Council tax in Hampshire is set to rise after the county’s police and crime panel approved plans to raise the police precept by £15.

The increase, which equates to 29p a week, is to be used to allow Hampshire Constabulary “to respond more fully”, with the force saying they will be able to investigate up to 26,000 more crimes with the new funds.

The Police and Crime Commissioner for Hampshire, Michael Lane, said that it was “good news for all residents” but a Liberal Democrat candidate for his job said that the increase was evidence of “just how woeful” government funding for Hampshire Constabulary was.

The police precept is the proportion of council tax that is paid by residents to fund police work in their force area. In Hampshire, it pays for around 40 per cent of the police budget.

There has been an increase in the precept every year since 2013, which for a number of years was set as a 1.99 per cent increase. For 2021, the rise will be £15 for a band D property, the second highest increase since the introduction of police and crime commissioners in 2012.

This will raise around £10 million for Hampshire Constabulary, which will be put to a variety of uses. Officers say they will have the capacity to investigate up to 26,000 more crimes, maintain PCSO numbers, and have targeted support for rural initiatives. They also claim to be able to reduce offending by 1000 crimes, though how this is to be achieved is not stated.

A consultation was put out to residents, with 8.348 responding. 66.1 per cent indicated they supported the £15 increase. 34.26 per cent said the increase should be spent on crime prevention, while 29.14 per cent said it should be spent on youth diversion.

Michael Lane said: “The last year is not a year any of us would have wanted and the challenges are not over yet. The pandemic has created a great deal of uncertainty and financial strain for so many people, I had to be strongly convinced that it is the right thing to do to increase the police precept at all.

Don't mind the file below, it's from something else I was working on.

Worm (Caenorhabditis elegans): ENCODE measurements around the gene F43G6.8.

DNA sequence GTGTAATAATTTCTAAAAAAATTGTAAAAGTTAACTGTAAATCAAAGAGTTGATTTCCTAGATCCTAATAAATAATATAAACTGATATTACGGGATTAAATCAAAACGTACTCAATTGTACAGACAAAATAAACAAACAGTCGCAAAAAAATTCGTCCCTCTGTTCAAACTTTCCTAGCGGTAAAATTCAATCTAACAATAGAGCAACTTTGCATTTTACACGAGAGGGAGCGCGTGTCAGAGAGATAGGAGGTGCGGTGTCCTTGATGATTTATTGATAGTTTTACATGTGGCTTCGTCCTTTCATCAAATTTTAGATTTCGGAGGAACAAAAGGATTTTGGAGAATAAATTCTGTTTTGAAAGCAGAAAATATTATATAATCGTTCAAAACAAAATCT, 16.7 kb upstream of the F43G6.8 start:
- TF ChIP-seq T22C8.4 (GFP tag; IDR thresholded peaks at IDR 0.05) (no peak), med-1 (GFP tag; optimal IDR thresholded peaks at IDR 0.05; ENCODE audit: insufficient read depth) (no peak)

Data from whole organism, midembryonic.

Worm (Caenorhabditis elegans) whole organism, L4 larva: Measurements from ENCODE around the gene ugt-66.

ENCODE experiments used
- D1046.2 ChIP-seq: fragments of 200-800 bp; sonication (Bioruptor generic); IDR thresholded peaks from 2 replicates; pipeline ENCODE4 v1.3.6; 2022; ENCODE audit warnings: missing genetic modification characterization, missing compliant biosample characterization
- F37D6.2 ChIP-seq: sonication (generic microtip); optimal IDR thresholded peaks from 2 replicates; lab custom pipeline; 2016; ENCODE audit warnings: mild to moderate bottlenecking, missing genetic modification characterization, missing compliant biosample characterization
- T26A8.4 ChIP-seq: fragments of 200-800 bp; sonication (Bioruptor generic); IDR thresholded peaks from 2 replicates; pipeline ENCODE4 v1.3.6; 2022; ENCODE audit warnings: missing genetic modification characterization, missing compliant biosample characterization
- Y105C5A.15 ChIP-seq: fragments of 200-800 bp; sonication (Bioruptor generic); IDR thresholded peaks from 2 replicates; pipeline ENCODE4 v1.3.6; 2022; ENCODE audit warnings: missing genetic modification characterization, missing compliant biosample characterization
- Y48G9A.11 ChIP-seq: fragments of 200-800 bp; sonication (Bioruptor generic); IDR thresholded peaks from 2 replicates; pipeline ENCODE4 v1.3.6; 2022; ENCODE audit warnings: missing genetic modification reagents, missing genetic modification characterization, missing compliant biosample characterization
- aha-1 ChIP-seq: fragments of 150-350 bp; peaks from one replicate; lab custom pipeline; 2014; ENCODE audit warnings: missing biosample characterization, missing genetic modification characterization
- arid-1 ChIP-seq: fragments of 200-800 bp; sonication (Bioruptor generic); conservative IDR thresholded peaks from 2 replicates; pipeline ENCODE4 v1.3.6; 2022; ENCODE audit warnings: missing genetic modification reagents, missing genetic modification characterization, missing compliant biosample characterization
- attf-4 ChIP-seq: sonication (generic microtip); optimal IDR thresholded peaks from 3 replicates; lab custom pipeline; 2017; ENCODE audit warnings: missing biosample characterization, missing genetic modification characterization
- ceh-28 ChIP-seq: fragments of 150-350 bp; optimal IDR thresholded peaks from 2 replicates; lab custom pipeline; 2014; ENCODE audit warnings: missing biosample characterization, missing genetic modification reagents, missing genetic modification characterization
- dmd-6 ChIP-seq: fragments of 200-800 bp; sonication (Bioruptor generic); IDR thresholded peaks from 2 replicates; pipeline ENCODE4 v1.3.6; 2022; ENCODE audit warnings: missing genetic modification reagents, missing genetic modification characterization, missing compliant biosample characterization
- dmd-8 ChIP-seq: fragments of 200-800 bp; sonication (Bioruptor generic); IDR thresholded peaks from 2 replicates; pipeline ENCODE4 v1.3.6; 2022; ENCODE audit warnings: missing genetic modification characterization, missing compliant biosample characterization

“Policing has continued to be under significant pressure over the last year, with increased responsibility to enforce the coronavirus restrictions and while some crimes have reduced with more people at home there has been an increase in other crimes like domestic and sexual abuse.

The Chief Constable set out a compelling operational case to me for an increase that would enable the continued policing effort to enforce the restrictions, and to look ahead to the rest of the year and beyond to investigate more crimes and make more arrests.”

However, Richard Murphy, a Liberal Democrat candidate for the role, said that the increase would not change Hampshire being “a poorly funded area” for policing, receiving £43.5 million less than the national average from the government.

He said: “Unbelievably, while the government boasts of funding new officers, the £2.6m additional funding from central government pays salaries but does not cover the costs of equipping and training these new officers. The force is already needing to plan for cuts elsewhere in future years to be able to pay for the higher numbers of officers coming through.

Today’s decision by the Police and Crime Panel to support the proposed annual £15 increase in the Council Tax funding highlights just how woeful the government funding is.”